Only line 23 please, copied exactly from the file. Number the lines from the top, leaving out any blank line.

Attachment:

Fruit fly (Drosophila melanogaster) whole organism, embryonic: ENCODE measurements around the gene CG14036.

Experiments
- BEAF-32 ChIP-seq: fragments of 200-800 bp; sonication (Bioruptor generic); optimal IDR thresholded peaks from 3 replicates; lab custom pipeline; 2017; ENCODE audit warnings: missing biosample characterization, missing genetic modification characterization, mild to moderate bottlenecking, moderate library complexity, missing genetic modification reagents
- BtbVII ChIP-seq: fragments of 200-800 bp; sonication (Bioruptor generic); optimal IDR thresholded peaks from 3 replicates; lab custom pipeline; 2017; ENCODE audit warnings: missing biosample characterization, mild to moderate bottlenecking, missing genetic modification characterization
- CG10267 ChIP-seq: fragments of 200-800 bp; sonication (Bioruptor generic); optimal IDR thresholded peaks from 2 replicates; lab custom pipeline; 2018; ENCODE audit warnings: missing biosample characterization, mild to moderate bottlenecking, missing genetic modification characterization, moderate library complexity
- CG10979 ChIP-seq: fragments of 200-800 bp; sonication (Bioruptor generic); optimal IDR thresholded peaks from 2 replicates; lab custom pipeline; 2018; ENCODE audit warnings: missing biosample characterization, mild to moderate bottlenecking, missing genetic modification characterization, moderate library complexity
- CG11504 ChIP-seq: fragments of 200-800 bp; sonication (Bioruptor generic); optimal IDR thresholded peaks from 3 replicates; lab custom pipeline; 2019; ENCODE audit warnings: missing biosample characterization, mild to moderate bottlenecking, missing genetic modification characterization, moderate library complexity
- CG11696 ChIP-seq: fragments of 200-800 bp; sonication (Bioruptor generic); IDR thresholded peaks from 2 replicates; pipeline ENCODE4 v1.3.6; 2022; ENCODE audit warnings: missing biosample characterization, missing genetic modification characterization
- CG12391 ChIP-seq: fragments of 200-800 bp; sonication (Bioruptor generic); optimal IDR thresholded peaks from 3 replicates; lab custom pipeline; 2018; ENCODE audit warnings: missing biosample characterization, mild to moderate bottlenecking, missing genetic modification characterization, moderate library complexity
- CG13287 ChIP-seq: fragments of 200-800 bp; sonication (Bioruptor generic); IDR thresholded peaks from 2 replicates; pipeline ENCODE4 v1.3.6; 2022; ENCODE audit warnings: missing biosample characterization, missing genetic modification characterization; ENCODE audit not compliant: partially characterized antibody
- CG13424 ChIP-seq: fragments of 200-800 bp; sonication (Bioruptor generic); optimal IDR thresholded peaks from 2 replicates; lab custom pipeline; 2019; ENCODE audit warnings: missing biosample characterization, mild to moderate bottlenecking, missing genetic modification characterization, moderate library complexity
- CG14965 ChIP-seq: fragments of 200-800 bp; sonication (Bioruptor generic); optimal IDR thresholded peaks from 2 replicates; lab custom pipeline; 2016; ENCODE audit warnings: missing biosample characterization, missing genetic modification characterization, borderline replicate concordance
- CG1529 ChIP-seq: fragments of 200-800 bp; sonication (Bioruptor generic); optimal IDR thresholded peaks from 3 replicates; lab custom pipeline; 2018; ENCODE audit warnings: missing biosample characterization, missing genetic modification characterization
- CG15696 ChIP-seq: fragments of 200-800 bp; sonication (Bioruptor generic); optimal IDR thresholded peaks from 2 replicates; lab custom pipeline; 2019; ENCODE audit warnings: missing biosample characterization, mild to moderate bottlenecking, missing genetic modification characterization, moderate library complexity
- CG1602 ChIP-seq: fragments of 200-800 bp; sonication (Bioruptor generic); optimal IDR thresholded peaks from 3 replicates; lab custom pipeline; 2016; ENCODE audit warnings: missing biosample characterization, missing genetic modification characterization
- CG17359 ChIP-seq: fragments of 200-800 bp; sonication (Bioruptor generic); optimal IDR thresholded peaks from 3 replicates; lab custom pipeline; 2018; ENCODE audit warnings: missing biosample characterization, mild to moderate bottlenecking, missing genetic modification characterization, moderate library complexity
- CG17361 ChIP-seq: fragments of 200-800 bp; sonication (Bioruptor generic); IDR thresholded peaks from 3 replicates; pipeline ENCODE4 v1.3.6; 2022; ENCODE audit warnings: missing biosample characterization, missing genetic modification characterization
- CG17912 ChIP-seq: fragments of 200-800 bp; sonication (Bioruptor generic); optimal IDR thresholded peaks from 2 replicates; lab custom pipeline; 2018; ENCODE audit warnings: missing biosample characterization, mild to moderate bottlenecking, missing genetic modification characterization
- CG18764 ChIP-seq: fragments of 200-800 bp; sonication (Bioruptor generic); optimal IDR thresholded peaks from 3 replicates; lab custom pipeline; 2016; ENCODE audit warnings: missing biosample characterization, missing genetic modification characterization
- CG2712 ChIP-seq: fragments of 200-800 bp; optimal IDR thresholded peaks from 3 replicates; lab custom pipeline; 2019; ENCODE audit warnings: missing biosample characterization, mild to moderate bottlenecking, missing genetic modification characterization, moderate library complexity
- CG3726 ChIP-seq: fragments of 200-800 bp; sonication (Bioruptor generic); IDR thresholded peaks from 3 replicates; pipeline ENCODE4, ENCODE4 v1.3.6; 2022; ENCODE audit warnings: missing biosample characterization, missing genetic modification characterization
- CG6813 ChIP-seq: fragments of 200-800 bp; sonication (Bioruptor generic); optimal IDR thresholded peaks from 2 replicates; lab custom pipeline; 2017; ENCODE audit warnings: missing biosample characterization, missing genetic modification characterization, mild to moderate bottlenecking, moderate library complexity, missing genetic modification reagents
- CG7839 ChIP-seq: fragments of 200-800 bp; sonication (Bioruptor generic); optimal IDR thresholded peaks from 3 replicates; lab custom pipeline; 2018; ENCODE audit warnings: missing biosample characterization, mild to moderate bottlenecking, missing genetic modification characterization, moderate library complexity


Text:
- CG7839 ChIP-seq: fragments of 200-800 bp; sonication (Bioruptor generic); optimal IDR thresholded peaks from 3 replicates; lab custom pipeline; 2018; ENCODE audit warnings: missing biosample characterization, mild to moderate bottlenecking, missing genetic modification characterization, moderate library complexity